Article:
This section gathers a collection of ancillary data that complements the J-PLUS photometric images and catalogues presented here. This ancillary data can be based on a particular analysis of J-PLUS images, so will not be accessible as Value Added Catalogues in the ADQL database. This includes, for example, the detailed photometric study of large, nearby galaxies or the construction of galaxy mocks.
Photometric surveys have been important in establishing our current understanding of how galaxies were formed and evolve. Synthetic galaxy catalogues are crucial to optimally exploit their data, in particular for the case of photometric surveys that combine broad-band and narrow-band filters. J-PLUS has the unique feature of combining 5 broad and 7 medium band filters, tailored mocks have been built to help to exploit all the information contained in the data.
We explore the region of the M81/M82/NGC3077 triplet with imaging from J-PLUS DR2 and develop a tailored classification scheme to search for GC candidates based on their similarity to known GCs via a principal PCA projection. We report 642 new GC candidates around the triplet and rank them according to their Gaia astrometric proper motions.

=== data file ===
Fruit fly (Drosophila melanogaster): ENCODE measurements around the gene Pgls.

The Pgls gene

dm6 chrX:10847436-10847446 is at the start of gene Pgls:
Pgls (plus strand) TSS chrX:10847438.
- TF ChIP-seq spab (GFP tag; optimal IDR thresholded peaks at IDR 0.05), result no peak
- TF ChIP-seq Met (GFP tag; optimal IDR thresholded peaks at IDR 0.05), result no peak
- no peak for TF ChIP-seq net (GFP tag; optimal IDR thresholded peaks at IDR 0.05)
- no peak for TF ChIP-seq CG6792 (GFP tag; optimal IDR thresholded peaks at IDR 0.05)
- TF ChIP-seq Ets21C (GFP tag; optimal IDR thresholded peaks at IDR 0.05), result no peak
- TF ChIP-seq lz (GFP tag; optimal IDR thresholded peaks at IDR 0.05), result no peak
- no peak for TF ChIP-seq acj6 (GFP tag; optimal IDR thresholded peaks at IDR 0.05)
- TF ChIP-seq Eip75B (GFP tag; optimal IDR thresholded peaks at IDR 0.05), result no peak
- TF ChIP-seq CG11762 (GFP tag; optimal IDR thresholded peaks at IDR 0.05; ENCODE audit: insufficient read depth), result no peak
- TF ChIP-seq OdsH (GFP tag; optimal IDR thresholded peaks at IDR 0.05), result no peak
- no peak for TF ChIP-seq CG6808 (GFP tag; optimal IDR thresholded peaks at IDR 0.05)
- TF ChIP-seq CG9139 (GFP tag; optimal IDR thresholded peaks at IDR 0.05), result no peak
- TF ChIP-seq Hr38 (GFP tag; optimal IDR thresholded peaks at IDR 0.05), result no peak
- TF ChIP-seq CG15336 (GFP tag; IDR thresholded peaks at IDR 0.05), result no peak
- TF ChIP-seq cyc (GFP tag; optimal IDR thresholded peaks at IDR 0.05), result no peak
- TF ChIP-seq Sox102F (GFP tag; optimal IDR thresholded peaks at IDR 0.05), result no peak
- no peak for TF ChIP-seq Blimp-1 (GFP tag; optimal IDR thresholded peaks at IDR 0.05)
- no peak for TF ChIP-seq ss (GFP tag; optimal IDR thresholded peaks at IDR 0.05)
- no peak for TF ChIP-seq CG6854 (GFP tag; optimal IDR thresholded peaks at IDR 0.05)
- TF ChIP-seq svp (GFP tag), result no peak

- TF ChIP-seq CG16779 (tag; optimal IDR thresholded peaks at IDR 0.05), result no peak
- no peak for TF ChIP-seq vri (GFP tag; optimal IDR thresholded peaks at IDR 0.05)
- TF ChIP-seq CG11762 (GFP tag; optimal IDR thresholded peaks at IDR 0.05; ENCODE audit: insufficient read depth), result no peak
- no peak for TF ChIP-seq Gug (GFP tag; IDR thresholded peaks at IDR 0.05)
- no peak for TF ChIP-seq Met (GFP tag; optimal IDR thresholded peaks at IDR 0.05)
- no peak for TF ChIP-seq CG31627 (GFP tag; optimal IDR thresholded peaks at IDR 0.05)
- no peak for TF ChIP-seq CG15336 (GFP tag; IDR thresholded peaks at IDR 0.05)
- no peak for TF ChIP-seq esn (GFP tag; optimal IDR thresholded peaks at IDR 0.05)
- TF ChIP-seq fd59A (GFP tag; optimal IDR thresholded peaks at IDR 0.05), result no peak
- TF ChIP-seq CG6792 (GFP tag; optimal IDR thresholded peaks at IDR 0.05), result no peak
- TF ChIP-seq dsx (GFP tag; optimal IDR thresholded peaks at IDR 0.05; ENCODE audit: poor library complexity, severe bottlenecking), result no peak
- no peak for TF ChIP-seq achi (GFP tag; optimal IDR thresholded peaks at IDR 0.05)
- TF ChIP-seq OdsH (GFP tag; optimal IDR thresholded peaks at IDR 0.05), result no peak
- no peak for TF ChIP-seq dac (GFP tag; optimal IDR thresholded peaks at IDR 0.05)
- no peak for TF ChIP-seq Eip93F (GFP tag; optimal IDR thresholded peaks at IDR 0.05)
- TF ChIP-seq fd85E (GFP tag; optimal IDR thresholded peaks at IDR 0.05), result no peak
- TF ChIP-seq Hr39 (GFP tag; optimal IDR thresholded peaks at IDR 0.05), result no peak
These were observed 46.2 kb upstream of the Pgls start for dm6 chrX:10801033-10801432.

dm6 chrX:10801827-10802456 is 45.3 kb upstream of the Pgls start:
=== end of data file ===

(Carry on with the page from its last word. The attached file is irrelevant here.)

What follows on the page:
We have studied the star formation main sequence, the Hα luminosity function, the stellar mass function and the star formation rate density at d < 75 Mpc using a sample of 756 local galaxies with Hα emission and without nuclear activity selected in the 897.4 deg2 surveyed by J-PLUS DR1.
The wide area probed by J-PLUS and the multi narrow-band nature of the survey, allow to look for very bright (Lyα luminosity > 1043.5 erg s-1) and rare (number density < 10-5 Mpc-3) Lyα-emitting sources at z>2. This page stores the catalogs of Lyα-emitting candidates selected with J0395, J0410, J0430 and J0515 J-PLUS NBs. These lists were obtained as described in Spinoso et al. (2020) and were used to compute the Lyα luminosity function at z=2.2, z=2.4, z=2.5 and z=3.2.
The Javalambre Photometric Local Universe Survey (J-PLUS) has obtained precise photometry in twelve specially designed filters for large numbers of Galactic stars. Deriving their precise stellar atmospheric parameters and individual elemental abundances is crucial for studies of Galactic structure, and the assembly history and chemical evolution of our Galaxy. We have estimated stellar parameters (effective temperature, Teff , surface gravity, log g, and metallicity, [Fe/H]), [α/Fe], and four elemental abundances ([C/Fe], [N/Fe], [Mg/Fe], and [Ca/Fe]) by a set of cost-sensitive neural networks (CSNet) from recalibrated J-PLUS DR1.